Before I read Virgil, I was so strongly attached to Ovid, whose Metamorphoses I read at school, that I was quite in a passion whenever I found him, in books of criticism, placed below Virgil. As to Homer, I was never weary of travelling over the scenes through which he led me. Classical literature affected me by its own beauty.

But the truths of Scripture having been intrusted to the dead languages, and these fountains having been recently laid open at the Reformation, an importance and a sanctity were at that period attached to classical literature, that extended, as is obvious in Milton's Lycidas, for example, both as to its spirit and form, in a degree that can never be revived. No doubt the hackneyed and lifeless use into which mythology fell to wards the close of the seventeenth century, and which continued through the eighteenth, disgusted the general reader with all allusion to it in modern verse.. And though, in deference to this disgust, and also in a measure participating in it, I abstained in my earlier writings from all introduction of pagan fable, surely, even in its humble form, it may ally itself with real sentiment, as I can truly affirm it did in the present



Page 288.
This Lawn, a carpet all alive.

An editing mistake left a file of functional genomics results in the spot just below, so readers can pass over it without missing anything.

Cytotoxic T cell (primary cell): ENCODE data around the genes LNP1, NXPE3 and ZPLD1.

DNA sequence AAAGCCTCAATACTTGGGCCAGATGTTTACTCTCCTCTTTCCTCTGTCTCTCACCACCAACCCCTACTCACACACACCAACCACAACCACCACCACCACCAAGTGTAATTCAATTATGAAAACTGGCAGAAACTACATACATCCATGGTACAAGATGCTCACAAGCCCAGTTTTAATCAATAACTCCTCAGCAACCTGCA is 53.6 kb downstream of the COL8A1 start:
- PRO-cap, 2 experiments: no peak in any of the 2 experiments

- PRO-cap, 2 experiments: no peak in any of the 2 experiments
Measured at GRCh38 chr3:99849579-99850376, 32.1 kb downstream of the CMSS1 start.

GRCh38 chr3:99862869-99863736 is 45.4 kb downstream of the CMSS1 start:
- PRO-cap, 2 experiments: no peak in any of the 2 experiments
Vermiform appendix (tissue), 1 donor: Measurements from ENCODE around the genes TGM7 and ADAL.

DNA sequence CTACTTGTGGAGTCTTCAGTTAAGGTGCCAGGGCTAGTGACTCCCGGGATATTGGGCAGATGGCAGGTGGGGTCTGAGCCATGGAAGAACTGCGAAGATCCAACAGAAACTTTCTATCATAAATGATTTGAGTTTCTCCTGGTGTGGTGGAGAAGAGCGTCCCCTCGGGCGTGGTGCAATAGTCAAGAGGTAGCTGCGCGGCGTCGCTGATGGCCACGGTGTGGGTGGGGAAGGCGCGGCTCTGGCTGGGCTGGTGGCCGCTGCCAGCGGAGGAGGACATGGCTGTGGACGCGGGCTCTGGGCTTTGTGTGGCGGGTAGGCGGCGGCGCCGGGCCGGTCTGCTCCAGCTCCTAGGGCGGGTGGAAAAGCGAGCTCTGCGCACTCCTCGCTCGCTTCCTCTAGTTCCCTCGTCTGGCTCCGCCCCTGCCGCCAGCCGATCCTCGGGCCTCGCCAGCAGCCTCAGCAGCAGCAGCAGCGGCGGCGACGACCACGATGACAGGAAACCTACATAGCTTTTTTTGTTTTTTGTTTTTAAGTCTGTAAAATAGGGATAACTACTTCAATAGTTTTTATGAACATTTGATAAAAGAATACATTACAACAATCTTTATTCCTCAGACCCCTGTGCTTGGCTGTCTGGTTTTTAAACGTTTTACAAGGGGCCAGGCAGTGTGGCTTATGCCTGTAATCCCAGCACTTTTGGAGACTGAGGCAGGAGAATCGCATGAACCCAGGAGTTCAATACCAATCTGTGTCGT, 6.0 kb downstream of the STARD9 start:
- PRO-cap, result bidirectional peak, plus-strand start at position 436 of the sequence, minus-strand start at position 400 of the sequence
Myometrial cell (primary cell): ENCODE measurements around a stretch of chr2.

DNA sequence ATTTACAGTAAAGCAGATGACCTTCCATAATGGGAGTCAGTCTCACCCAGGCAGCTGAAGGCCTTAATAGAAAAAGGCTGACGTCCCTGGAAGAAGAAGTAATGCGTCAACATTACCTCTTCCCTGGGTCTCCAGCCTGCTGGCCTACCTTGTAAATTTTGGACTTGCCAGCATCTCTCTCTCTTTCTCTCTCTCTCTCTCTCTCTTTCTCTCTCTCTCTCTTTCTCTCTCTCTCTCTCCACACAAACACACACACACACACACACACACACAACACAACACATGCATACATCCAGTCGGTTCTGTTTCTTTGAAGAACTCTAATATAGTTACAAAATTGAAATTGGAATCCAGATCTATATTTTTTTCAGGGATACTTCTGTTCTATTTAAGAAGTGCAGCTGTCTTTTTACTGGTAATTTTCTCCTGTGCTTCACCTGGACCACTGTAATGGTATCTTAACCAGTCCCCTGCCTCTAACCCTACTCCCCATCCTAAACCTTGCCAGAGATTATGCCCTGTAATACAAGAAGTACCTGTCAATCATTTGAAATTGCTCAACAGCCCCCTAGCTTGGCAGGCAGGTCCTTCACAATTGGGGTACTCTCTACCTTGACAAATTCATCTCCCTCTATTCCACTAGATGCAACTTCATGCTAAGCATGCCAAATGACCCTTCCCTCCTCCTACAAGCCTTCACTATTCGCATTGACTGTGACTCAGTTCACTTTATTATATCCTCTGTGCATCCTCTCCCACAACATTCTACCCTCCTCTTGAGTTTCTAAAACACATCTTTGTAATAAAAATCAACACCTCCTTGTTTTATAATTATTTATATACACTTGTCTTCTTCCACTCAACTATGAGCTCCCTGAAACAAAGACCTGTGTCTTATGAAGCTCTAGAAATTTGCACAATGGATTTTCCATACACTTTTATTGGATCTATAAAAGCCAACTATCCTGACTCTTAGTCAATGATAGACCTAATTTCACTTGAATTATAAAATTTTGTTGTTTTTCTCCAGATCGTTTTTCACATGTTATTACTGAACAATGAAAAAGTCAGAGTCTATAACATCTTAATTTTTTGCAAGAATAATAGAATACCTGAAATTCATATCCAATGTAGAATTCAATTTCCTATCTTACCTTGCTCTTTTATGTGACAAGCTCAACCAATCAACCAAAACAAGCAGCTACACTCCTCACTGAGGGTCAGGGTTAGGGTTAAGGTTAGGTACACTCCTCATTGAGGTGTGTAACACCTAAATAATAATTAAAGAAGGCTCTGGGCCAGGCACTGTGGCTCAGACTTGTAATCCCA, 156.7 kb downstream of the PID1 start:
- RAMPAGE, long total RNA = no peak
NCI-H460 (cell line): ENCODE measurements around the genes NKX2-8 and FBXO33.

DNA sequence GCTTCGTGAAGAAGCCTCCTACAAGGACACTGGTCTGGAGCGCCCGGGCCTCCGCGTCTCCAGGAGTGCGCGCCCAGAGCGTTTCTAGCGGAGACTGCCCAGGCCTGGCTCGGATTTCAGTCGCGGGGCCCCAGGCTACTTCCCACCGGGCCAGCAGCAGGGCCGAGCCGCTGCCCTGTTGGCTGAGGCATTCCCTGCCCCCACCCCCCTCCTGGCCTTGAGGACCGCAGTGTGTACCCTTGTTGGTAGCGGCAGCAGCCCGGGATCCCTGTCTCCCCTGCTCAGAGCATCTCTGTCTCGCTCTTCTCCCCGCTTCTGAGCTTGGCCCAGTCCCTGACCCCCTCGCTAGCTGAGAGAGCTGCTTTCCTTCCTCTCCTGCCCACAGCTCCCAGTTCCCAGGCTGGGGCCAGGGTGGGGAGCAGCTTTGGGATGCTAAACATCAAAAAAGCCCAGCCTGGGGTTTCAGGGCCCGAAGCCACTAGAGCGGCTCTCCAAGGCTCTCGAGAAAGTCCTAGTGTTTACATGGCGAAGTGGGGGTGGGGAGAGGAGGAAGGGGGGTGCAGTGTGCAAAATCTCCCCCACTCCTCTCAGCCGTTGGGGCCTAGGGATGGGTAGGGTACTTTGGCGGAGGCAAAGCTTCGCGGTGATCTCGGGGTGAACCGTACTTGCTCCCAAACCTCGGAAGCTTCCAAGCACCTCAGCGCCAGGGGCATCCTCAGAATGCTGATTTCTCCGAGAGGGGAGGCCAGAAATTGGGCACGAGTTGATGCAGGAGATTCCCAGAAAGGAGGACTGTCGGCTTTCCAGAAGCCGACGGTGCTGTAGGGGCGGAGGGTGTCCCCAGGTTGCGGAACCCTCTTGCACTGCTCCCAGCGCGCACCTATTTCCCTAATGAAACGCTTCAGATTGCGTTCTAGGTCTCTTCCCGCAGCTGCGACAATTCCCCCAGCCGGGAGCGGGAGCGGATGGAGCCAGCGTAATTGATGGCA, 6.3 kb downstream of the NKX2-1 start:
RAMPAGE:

This lawn is the sloping one approaching the kitchen-garden at Rydal Mount, and was made out of it. Hundreds of times have I here watched the dancing of shadows amid a press of sunshine, and other beautiful appearances of light and shade, flowers and shrubs. What a contrast between this and the cabbages and onions and carrots that used to grow there, on a piece of ugly-shaped, unsightly ground! No reflection, however, either upon cabbages or onions; the latter, we know, were worshipped by the Egyptians: and he must have a poor eye for beauty who has not observed how much of it there is in the form and color which cabbages and plants of that genus exhibit through the various stages of their growth and decay. A richer display of color in vegetable nature can scarcely be conceived than Coleridge, my sister, and I saw in a bed of potato-plants in blossom near a hut upon the moor between Inversneyd and Loch Katrine. These blossoms were of such extraordinary beauty and richness, that no one could have passed them without notice: but the sense must be cultivated through the mind before we can perceive these inexhaustible treasures of nature- for such they truly are- without the least necessary reference to the utility of her productions, or even to the laws whereupon, as we learn by research, they are dependent. Some are of opinion, that the habit of analyzing, decomposing, and anatomizing is inevitably unfavorable to the perception of beauty. People are led into this mistake by overlooking the fact that, such processes being to a certain extent within the reach of a limited intellect, we are apt to ascribe to them that insensibility of which they are, in truth, the effect, and not the cause. Admiration and love, to which all knowledge truly vital must tend, are felt by men of real genius in proportion as their discoveries in natural philosophy are enlarged; and the beauty, in form, of a plant or an animal is not made less, but more apparent, as a whole, by more accurate insight into its constituent properties and powers. A savant who is not also a poet in soul, and a religionist in heart, is a feeble and unhappy creature.